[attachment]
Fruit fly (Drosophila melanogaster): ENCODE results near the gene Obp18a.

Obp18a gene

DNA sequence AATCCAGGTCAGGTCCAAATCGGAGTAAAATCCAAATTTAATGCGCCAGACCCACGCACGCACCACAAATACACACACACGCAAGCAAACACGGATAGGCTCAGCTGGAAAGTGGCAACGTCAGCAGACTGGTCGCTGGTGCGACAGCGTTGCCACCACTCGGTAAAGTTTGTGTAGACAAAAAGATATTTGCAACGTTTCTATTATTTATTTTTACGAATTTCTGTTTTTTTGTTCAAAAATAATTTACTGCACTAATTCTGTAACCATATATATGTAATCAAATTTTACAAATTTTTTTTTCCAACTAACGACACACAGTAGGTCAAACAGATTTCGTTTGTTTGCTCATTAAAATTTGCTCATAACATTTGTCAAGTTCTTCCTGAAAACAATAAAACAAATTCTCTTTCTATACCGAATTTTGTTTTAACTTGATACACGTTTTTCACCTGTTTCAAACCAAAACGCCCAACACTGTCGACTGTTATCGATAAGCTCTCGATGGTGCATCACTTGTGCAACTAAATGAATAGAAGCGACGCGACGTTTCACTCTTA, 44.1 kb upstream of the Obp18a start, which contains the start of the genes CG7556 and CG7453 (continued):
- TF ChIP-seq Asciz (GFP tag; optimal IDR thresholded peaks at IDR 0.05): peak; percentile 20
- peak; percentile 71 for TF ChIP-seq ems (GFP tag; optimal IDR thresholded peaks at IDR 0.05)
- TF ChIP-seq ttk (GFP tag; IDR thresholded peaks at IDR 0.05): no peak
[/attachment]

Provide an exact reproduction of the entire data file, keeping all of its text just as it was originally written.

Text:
Fruit fly (Drosophila melanogaster): ENCODE results near the gene Obp18a.

Obp18a gene

DNA sequence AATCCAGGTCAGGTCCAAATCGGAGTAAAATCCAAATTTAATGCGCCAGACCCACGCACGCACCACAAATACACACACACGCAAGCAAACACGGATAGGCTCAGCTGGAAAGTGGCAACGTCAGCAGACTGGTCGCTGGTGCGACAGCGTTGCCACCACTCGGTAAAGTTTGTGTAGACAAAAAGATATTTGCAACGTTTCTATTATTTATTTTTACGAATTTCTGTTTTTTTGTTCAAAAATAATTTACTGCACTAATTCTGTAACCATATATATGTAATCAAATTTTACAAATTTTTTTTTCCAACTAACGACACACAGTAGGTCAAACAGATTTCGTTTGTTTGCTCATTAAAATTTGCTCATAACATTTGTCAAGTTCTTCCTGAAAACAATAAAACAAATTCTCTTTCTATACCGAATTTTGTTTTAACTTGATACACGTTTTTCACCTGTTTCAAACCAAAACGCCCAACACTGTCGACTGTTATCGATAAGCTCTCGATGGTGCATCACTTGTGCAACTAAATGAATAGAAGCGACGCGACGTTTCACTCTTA, 44.1 kb upstream of the Obp18a start, which contains the start of the genes CG7556 and CG7453 (continued):
- TF ChIP-seq Asciz (GFP tag; optimal IDR thresholded peaks at IDR 0.05): peak; percentile 20
- peak; percentile 71 for TF ChIP-seq ems (GFP tag; optimal IDR thresholded peaks at IDR 0.05)
- TF ChIP-seq ttk (GFP tag; IDR thresholded peaks at IDR 0.05): no peak